Volume 11, Issue 5 - October 2016Print | Email

Tolerating Extreme Speech on Social Media

Vol 11-5 F 2 MAIN 

In the world of digital media, giants such as Facebook, Twitter, and YouTube commonly remove extreme or harmful speech from their platforms after individual users have “flagged” that speech posted by other users, who have no First Amendment rights against these companies. This power over public discourse in the hands of Facebook and Twitter representatives and users raises concerns regarding online freedom of expression. In his recent essay, Brett G. Johnson of the University of Missouri asks how First Amendment principles can be applied to assess this system of private governance of extreme speech.


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Cross Current

Determining Free Speech in Court: When Does Interpretation Play a Role?

Vol 11-5 CC1 2 

In the fall of 2010, a pair of female middle school students were found to be in violation of their school’s dress code policy when they began wearing the Keep a Breast Foundation’s “I ♥ Boobies” wristbands to school. While the students claimed they wore the wristbands to educate, show support, and open a dialogue about women’s bodies in a non-sexual context, school administrators deemed the wristbands sexually provocative and inappropriate.


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A Demoted Detective, 10 Angry Teachers, and Ghosts of Hobby Lobby: The Supreme Court’s First Amendment Decisions from the 2015–2016 Term

Vol 11-5 CC 2 1 

A review of Supreme Court First Amendment decisions in the 20152016 term by Juliet Dee, Ph.D.


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Dropping and Legalizing the “Information Bomb”

Vol 11-5 T 2

The relationship between speech and violence has been a continual object of study and attention in philosophy. Traditionally, the two have been characterized as strongly distinct but more recent areas of contemporary rhetorical, social, and media theory have attempted to fuse the two.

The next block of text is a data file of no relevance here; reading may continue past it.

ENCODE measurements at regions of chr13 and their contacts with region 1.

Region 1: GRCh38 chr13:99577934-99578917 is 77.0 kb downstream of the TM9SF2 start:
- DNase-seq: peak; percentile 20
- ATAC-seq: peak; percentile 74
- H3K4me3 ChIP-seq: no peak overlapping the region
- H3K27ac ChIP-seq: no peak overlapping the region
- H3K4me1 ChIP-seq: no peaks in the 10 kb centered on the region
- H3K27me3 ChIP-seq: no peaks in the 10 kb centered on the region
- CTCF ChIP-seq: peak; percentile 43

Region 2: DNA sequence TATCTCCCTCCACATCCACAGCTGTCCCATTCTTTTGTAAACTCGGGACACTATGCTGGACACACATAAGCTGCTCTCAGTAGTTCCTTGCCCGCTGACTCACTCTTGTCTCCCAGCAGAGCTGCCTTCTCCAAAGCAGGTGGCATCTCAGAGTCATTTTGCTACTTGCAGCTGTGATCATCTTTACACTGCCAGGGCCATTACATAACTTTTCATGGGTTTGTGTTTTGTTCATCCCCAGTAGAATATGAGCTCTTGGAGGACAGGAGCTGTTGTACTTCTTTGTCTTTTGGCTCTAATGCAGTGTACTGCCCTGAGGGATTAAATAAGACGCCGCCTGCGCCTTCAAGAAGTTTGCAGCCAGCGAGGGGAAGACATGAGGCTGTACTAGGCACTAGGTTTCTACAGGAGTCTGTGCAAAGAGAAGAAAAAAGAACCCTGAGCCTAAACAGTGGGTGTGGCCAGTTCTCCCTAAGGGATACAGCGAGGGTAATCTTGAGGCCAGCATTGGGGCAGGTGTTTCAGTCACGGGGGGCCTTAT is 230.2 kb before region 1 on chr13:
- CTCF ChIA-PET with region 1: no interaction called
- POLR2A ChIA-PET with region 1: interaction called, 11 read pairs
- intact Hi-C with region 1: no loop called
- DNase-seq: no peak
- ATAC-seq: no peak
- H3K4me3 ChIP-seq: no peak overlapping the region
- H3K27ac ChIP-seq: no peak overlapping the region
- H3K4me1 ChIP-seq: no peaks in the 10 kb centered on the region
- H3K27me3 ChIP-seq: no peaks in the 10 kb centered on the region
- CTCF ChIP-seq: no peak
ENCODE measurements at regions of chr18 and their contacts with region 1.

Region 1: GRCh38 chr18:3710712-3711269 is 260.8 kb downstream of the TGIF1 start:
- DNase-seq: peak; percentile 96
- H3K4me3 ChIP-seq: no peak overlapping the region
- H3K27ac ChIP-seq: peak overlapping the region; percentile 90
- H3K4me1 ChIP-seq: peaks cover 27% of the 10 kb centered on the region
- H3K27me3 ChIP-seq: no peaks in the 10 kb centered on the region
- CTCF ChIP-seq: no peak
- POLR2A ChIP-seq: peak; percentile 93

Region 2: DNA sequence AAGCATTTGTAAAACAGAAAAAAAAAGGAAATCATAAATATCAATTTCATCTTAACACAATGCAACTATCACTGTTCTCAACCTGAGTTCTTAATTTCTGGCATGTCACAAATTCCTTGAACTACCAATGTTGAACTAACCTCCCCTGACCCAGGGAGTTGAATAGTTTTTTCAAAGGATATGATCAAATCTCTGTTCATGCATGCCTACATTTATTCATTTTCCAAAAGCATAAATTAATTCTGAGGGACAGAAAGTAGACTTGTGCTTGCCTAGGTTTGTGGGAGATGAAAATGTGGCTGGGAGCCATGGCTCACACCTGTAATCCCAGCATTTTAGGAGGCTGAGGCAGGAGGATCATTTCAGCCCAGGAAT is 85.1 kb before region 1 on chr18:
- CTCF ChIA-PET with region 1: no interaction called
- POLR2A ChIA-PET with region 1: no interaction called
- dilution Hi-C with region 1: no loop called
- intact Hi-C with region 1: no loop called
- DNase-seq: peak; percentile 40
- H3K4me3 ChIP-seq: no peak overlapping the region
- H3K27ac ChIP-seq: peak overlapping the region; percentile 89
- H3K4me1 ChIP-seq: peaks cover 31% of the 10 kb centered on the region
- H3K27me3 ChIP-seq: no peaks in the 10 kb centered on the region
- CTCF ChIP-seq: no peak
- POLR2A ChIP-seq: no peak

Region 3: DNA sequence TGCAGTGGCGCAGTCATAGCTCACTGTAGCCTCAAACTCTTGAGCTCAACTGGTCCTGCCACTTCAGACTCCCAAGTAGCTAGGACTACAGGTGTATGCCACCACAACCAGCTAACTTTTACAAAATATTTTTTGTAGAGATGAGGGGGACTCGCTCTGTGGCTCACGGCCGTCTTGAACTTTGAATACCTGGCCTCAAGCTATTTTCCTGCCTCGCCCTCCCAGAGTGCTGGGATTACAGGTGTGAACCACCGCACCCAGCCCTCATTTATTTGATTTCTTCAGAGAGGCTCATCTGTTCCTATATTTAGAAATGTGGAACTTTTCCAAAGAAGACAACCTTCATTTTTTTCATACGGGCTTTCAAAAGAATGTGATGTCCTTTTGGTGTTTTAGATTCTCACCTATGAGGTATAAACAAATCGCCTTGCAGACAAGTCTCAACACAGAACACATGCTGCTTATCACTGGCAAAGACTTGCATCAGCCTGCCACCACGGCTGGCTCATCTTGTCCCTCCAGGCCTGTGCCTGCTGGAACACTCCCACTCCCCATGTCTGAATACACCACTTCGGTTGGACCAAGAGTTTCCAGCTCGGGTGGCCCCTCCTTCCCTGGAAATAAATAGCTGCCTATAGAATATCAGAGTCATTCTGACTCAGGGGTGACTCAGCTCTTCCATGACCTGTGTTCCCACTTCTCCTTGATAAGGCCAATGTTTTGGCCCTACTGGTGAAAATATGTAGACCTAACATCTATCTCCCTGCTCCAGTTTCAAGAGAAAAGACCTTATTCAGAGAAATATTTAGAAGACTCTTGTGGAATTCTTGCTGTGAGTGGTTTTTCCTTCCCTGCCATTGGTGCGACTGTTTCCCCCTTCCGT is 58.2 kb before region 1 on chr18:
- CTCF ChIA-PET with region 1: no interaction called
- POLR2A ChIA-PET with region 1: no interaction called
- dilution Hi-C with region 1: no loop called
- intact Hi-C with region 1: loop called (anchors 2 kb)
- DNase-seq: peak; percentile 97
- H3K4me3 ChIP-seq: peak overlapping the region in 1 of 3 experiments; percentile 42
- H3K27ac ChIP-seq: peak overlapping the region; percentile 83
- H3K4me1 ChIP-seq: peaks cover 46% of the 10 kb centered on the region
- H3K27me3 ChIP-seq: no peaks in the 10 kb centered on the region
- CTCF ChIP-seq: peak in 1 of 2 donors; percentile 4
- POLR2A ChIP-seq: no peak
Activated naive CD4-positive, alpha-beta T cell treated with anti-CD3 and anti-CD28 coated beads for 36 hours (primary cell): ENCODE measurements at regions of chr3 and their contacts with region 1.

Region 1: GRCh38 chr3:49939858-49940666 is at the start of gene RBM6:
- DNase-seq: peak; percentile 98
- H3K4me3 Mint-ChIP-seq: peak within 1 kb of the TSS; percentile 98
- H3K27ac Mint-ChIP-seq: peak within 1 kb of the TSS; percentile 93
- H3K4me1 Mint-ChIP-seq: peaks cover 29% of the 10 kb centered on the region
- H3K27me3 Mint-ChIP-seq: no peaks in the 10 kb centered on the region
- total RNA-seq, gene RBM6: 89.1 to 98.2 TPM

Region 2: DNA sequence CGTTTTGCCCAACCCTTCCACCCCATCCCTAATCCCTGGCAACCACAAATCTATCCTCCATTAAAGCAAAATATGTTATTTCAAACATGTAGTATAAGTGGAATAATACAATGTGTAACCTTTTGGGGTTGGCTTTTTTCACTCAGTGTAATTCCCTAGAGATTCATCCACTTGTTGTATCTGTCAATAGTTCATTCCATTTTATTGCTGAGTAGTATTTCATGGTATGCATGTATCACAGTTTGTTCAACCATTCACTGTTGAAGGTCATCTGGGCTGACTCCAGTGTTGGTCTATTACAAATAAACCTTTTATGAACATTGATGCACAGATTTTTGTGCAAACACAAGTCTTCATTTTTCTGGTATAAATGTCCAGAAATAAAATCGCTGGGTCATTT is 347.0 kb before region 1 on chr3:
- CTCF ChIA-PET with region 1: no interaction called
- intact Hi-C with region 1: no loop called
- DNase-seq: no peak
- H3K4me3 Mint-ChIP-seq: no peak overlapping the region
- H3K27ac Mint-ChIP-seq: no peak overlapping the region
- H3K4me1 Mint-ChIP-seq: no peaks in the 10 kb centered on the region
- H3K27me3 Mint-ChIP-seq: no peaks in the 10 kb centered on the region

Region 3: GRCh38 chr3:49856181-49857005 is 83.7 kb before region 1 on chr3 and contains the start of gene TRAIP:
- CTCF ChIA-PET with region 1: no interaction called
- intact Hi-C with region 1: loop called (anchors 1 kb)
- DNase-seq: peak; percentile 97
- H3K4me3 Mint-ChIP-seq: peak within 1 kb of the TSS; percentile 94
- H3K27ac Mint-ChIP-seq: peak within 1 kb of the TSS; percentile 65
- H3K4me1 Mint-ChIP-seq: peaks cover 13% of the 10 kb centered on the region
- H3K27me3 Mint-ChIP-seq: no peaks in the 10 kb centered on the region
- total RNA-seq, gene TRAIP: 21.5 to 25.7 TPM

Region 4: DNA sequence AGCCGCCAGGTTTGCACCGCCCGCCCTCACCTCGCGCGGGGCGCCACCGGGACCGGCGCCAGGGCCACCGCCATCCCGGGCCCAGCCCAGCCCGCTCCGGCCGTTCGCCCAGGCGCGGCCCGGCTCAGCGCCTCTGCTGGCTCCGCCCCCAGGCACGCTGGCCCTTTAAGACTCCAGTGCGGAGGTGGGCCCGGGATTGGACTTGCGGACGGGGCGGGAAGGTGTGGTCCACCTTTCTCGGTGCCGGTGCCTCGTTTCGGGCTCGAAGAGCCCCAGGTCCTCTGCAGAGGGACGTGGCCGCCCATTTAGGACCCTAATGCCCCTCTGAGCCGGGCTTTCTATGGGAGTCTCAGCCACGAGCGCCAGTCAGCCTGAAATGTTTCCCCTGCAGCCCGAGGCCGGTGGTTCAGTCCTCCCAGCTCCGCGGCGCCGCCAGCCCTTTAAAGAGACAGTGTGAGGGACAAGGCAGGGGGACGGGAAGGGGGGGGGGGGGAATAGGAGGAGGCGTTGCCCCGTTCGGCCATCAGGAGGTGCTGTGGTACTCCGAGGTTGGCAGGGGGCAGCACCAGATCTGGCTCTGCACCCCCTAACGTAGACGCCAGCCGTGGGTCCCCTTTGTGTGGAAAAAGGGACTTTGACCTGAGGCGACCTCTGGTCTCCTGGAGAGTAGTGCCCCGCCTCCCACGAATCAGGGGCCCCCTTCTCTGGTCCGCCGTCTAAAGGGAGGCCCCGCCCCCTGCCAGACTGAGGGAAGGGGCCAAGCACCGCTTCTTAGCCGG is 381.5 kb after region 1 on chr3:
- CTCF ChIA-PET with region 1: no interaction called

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Communities Respond to Westboro Baptist Church’s Hate Speech

Vol 11-5 T 2 2According to the Southern Poverty Law Center (SPLC), there were 892 active hate groups operating in the United States in 2015. Among these is the Westboro Baptist Church, based in Topeka, Kansas, which has made a name for itself with anti-LGBT rhetoric, picketing of LGBT funerals, and, most recently, picketing at military personnel funerals. 
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Instructor’s Corner: Five Resources for Free Speech Week

Vol 11-5 T 3 2

Free Speech Week (October 17–23) offers great opportunities for instructors and students to explore the history and importance of freedom of expression. Check out these five links with general information and classroom ideas for this annual event.


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Home Page | Tolerating Extreme Speech on Social Media | Determining Free Speech in Court: When Does Interpretation Play a Role? | A Demoted Detective, 10 Angry Teachers, and Ghosts of Hobby Lobby: The Supreme Court’s First Amendment Decisions from the 2015–2016 Term  | Dropping and Legalizing the “Information Bomb” | Communities Respond to Westboro Baptist Church’s Hate Speech | Instructor’s Corner: Five Resources for Free Speech Week 
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